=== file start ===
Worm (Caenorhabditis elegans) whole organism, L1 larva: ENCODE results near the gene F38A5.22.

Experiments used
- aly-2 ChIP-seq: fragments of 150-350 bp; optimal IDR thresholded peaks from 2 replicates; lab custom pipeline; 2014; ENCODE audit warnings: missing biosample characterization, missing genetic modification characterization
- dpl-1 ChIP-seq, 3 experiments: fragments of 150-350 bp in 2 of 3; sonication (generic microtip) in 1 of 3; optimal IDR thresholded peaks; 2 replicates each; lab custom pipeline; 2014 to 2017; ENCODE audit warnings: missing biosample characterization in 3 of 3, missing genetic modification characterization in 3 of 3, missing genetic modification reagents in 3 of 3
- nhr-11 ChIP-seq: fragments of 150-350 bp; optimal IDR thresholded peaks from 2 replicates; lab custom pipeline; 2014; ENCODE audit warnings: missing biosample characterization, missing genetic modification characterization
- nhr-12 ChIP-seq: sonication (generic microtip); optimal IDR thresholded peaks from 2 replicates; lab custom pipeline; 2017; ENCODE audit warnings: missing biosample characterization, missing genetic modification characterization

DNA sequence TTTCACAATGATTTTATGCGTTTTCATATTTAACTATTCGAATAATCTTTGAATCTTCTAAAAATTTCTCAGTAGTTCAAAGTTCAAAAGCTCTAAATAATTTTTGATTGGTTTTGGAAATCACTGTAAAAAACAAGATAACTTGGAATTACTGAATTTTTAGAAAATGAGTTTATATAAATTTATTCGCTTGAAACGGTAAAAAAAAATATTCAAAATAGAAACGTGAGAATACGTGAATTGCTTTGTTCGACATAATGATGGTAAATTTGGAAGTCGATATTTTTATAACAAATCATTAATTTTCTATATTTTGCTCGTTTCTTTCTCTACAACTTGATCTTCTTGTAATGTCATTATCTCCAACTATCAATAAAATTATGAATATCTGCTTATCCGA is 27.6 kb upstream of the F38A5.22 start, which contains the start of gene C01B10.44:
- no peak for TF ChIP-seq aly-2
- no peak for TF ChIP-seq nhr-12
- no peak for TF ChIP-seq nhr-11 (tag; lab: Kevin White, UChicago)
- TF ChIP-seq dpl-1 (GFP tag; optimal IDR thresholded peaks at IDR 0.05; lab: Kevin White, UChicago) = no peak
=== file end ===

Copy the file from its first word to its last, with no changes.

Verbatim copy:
Worm (Caenorhabditis elegans) whole organism, L1 larva: ENCODE results near the gene F38A5.22.

Experiments used
- aly-2 ChIP-seq: fragments of 150-350 bp; optimal IDR thresholded peaks from 2 replicates; lab custom pipeline; 2014; ENCODE audit warnings: missing biosample characterization, missing genetic modification characterization
- dpl-1 ChIP-seq, 3 experiments: fragments of 150-350 bp in 2 of 3; sonication (generic microtip) in 1 of 3; optimal IDR thresholded peaks; 2 replicates each; lab custom pipeline; 2014 to 2017; ENCODE audit warnings: missing biosample characterization in 3 of 3, missing genetic modification characterization in 3 of 3, missing genetic modification reagents in 3 of 3
- nhr-11 ChIP-seq: fragments of 150-350 bp; optimal IDR thresholded peaks from 2 replicates; lab custom pipeline; 2014; ENCODE audit warnings: missing biosample characterization, missing genetic modification characterization
- nhr-12 ChIP-seq: sonication (generic microtip); optimal IDR thresholded peaks from 2 replicates; lab custom pipeline; 2017; ENCODE audit warnings: missing biosample characterization, missing genetic modification characterization

DNA sequence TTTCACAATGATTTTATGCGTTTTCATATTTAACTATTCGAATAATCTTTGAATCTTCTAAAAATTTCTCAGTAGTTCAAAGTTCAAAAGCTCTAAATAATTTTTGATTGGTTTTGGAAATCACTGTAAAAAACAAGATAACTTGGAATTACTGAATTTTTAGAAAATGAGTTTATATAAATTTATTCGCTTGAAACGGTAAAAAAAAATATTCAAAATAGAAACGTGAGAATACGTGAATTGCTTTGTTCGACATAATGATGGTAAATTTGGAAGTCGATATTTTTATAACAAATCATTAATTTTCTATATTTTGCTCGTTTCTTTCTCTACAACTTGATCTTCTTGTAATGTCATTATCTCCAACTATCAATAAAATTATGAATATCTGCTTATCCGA is 27.6 kb upstream of the F38A5.22 start, which contains the start of gene C01B10.44:
- no peak for TF ChIP-seq aly-2
- no peak for TF ChIP-seq nhr-12
- no peak for TF ChIP-seq nhr-11 (tag; lab: Kevin White, UChicago)
- TF ChIP-seq dpl-1 (GFP tag; optimal IDR thresholded peaks at IDR 0.05; lab: Kevin White, UChicago) = no peak